Out West Arts: Performance at the end of the world

Opera, music, theater, and art in Los Angeles and beyond

Sing Me to Sleep

October 23, 2010

Chalres Dutoit, Jonathan Lemalu and the L.A. Philharmonic Photo: mine 2010

There’s more Shakespeare in Los Angeles this weekend at the Walt Disney Concert Hall where Charles Dutoit arrived for the first guest conductor spot of the season with a performance of Hector Berlioz’ choral symphony, Roméo et Juliette. Composed in 1839, it was one of Berlioz’ love letters to Shakespeare, that particular exercise common to just about every major Romantic composer of the 19th Century. In fact, Roméo et Juliette is perhaps Berlioz at his floweriest, with sweet smelling bouquets of melody at every turn. Of course, this being Berlioz, the symphony has a number of little catches that make it just that much more off-kilter and, in my opinion, quite admirable. There’s a certain modernity to the work, in that Berlioz elected not to set the entire narrative, nor did he stick faithfully to Shakespeare’s narrative. There a huge reconciliation scene at the end where Friar Lawrence, sung here by baritone Jonathan Lemalu, leads the chorus of Montagues and Capulets in an oath of reconciliation after the deaths of the young lovers. Beyond this, Berlioz only utilized soloists in the work for bit parts. In addition to Lemalu, Lauren McNeese and tenor Jean-Paul Fouchécourt appeared briefly in the first section as other minor characters who often don’t deliver dialog as much as provide commentary on the unseen action at times. All of the talking between Romeo and Juliet is done by the orchestra, which seems appropriate. Berlioz’ pointed out this tactic helped to underline that this piece is not an opera but something different.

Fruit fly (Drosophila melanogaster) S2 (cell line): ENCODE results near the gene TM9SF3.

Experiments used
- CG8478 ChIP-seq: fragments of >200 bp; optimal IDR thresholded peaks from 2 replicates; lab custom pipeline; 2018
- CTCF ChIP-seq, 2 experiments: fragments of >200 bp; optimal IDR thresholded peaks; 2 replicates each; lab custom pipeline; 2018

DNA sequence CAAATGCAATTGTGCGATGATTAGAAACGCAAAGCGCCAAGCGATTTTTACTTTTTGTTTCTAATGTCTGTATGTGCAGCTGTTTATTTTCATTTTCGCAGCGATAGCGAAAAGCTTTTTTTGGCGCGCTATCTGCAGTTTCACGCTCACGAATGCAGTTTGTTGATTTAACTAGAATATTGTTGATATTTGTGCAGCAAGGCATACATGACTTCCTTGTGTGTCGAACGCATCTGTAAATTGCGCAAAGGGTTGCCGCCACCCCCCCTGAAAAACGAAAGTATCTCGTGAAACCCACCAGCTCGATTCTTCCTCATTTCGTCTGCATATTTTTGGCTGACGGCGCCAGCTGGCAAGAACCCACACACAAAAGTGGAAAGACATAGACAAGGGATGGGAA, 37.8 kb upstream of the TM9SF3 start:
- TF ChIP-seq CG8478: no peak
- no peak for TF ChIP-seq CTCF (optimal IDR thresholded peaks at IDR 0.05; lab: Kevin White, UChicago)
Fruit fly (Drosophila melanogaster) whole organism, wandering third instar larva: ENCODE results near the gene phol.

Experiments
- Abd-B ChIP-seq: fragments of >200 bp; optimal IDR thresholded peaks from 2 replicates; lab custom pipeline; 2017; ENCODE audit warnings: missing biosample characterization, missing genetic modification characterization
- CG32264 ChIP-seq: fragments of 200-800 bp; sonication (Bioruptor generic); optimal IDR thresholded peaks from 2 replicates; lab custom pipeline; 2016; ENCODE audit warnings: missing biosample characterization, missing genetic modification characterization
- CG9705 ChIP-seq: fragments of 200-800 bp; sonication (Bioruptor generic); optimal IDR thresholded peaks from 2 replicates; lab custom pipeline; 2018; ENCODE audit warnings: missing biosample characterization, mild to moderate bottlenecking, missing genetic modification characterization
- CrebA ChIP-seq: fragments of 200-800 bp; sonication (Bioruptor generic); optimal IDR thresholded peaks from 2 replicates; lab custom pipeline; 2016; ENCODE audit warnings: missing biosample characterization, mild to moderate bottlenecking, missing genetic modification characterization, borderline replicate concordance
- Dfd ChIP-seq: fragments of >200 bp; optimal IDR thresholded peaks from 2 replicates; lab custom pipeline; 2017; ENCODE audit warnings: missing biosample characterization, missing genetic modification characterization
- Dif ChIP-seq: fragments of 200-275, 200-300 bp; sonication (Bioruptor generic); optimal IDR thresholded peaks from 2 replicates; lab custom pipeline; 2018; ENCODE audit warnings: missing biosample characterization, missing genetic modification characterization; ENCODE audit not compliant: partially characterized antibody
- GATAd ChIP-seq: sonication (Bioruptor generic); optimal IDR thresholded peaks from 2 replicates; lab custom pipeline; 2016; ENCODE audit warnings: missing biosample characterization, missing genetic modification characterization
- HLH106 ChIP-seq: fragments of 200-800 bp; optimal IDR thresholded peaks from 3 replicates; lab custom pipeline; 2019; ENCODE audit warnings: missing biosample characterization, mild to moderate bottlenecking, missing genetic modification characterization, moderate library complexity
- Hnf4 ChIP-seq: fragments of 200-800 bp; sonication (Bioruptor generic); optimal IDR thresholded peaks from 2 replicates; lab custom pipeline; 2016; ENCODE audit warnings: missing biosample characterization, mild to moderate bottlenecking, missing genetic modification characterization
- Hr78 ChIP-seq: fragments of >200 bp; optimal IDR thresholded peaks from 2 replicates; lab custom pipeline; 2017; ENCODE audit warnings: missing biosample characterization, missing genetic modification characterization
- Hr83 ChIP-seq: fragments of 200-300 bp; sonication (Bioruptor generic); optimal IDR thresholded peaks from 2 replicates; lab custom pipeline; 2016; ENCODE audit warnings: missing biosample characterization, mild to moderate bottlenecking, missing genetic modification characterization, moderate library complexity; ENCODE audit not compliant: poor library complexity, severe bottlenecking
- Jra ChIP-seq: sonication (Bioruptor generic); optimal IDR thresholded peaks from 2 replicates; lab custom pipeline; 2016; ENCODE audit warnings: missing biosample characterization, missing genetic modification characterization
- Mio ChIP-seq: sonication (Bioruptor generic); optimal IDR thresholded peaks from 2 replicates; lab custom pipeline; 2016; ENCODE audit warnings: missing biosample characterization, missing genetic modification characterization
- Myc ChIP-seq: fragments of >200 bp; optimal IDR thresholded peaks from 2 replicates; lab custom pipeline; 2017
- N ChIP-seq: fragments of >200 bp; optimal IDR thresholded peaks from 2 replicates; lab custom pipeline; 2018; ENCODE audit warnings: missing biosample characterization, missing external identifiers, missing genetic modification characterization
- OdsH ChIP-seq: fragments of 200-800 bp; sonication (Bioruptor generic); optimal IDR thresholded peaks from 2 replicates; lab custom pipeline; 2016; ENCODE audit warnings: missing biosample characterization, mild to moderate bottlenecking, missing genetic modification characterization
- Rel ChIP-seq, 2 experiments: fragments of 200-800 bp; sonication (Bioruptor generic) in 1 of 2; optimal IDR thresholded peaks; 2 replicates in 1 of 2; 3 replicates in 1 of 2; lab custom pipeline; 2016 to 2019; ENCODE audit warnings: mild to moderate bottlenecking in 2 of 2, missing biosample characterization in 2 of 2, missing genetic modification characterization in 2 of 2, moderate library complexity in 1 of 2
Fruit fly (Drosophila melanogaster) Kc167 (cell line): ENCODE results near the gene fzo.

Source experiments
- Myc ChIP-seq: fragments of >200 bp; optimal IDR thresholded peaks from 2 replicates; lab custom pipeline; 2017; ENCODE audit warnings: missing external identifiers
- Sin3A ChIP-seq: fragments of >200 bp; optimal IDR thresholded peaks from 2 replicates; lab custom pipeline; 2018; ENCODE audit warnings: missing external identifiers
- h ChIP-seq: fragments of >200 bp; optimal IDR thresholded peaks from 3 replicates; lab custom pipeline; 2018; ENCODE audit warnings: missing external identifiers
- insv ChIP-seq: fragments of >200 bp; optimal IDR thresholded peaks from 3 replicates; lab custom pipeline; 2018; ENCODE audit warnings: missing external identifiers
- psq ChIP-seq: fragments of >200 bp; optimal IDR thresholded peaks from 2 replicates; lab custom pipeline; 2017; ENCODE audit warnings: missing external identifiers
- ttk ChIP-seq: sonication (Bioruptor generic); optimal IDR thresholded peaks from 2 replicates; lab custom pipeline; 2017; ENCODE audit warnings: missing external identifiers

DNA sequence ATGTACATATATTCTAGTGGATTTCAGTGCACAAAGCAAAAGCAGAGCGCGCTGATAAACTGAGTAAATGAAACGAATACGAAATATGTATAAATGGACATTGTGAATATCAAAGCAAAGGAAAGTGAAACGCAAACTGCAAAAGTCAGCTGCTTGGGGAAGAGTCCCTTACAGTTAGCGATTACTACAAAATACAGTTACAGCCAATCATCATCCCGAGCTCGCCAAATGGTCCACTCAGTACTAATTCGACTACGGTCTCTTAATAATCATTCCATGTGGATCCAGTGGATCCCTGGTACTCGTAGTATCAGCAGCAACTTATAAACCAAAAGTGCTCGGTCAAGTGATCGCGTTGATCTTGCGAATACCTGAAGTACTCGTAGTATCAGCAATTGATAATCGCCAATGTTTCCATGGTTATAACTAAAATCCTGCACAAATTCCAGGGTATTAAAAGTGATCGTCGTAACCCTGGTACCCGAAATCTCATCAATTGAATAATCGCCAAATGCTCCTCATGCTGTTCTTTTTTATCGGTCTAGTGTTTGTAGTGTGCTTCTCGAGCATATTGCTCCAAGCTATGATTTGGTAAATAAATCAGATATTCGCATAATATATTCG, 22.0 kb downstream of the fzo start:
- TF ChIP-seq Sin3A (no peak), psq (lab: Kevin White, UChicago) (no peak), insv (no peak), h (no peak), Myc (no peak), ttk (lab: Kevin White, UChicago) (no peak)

But, while Berlioz’ Roméo et Juliette can feel like an oddity on paper to modern eyes, it certainly didn’t sound like one on Friday with the Los Angeles Philharmonic and Master Chorale. Dutoit has given many wonderful performances here in Los Angeles in recent years. He has a light touch and was careful not to overpower this most Romantic of French works. But maybe he should have been a little heavier handed. While the singing and playing by everyone involved was lovely, it was a fairly sleepy performance. There was little drive from on segment to the next as if every phrase was accompanied by a heavy sigh. The piece calls for a huge orchestra and (double) chorus by the standards of Berlioz’ day. And yet rarely are everyone’s engines firing at the same time. There were a couple of moments in Part One where the typically wonderful Fouchécourt seemed a bit out of sync with Dutoit and the orchestra. It would be unfair to say however, that this wasn’t an evening of lovely music. It just wasn’t an exceptionally exciting, edge of your seat one.


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